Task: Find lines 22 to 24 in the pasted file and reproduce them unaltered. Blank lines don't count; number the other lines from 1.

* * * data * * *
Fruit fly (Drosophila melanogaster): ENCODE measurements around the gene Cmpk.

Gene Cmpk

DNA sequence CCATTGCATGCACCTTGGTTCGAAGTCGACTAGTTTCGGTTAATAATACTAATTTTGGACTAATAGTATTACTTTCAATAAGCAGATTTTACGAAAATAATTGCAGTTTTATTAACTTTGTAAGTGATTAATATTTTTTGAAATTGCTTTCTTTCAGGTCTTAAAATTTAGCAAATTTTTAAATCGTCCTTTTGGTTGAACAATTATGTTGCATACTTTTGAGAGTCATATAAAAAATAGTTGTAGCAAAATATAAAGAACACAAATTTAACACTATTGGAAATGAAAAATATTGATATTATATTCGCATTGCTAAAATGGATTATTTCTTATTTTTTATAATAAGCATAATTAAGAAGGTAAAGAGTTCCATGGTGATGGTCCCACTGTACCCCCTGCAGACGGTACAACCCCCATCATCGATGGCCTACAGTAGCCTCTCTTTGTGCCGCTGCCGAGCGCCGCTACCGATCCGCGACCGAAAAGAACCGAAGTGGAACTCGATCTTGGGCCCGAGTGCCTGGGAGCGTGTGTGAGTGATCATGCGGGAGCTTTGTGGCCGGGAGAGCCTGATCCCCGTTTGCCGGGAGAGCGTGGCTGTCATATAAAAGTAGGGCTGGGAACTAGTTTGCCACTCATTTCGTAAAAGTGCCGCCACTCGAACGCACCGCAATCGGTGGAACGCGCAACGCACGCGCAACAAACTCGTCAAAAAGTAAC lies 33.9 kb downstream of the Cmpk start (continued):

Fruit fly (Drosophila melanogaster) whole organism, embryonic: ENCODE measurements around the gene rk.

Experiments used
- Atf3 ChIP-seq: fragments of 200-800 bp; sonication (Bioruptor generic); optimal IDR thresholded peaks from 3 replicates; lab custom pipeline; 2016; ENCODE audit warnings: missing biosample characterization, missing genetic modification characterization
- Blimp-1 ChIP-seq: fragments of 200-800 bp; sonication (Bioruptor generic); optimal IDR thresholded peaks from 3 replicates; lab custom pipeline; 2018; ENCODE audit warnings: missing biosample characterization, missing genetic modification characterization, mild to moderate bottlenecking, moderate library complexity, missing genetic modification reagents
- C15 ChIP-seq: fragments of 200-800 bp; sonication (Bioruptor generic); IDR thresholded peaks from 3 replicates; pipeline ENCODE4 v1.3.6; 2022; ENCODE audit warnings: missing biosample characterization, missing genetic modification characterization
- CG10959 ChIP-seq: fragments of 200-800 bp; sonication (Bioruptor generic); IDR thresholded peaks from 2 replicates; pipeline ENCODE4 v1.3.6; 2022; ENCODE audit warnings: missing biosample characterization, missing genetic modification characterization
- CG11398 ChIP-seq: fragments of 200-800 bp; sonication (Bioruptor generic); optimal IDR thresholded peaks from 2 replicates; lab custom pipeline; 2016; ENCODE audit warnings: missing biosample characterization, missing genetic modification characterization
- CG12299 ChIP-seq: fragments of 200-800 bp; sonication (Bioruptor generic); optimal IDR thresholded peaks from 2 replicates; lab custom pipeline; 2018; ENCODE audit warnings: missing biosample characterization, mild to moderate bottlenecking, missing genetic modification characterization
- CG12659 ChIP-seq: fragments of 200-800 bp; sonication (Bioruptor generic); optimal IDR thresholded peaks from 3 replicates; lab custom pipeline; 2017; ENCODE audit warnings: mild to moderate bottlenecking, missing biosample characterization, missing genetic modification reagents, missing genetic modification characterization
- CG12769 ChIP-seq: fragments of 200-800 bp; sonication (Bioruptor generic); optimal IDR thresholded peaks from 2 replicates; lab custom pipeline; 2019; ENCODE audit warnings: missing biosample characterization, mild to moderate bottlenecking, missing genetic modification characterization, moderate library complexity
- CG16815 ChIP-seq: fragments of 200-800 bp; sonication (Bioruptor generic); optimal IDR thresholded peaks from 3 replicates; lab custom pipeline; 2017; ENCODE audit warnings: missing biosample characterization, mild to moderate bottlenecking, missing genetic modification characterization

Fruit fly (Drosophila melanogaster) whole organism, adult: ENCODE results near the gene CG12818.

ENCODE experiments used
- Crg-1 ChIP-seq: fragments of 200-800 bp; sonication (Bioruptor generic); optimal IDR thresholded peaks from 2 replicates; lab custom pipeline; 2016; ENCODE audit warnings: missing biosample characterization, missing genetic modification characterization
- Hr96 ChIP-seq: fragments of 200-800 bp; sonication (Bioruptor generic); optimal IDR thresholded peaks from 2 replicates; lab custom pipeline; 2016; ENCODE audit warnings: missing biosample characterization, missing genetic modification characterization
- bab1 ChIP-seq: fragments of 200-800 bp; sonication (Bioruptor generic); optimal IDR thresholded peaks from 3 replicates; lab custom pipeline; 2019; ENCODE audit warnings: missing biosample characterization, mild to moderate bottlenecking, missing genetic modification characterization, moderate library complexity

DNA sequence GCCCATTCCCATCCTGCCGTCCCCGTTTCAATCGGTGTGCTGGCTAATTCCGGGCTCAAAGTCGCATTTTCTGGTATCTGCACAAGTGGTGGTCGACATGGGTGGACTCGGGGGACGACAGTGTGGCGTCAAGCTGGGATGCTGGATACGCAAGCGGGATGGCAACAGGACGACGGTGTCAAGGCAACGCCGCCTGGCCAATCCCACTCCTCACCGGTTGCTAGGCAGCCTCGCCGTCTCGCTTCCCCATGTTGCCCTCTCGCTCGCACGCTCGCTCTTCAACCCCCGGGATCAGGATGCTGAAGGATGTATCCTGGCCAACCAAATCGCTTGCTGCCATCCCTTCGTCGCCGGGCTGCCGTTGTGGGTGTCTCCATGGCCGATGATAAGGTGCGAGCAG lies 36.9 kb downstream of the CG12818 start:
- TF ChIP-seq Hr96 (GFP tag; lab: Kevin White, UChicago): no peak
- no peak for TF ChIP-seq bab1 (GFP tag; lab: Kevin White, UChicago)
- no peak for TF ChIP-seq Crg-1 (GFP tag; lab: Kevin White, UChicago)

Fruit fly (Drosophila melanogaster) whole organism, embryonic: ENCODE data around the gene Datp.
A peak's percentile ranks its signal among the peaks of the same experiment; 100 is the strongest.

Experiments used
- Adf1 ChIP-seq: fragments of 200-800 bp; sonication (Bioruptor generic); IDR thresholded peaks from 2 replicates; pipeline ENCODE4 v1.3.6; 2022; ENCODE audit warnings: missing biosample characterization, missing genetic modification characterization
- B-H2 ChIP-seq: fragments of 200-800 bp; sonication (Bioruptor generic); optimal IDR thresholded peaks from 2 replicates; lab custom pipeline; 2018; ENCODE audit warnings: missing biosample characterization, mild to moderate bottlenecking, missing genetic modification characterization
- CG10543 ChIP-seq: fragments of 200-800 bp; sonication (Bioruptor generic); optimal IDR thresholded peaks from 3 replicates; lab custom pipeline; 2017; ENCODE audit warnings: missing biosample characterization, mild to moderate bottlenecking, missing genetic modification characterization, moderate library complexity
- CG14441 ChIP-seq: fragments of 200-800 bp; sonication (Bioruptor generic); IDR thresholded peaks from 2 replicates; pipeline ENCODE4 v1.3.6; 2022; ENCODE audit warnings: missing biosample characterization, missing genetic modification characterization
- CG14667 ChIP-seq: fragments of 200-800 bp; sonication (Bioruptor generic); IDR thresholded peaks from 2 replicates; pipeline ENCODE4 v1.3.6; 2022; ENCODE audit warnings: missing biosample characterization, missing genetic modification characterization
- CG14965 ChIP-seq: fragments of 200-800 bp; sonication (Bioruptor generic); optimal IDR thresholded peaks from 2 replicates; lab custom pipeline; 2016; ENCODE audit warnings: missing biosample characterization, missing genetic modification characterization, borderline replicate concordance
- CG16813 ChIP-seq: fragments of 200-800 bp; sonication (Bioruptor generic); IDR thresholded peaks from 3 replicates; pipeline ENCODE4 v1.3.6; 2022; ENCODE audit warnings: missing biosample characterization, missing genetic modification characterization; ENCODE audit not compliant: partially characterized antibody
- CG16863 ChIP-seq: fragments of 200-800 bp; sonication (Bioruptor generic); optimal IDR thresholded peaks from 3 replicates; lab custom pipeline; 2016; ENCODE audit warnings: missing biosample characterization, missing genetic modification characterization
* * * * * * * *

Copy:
- no peak for TF ChIP-seq bab1 (GFP tag; lab: Kevin White, UChicago)
- no peak for TF ChIP-seq Crg-1 (GFP tag; lab: Kevin White, UChicago)

Fruit fly (Drosophila melanogaster) whole organism, embryonic: ENCODE data around the gene Datp.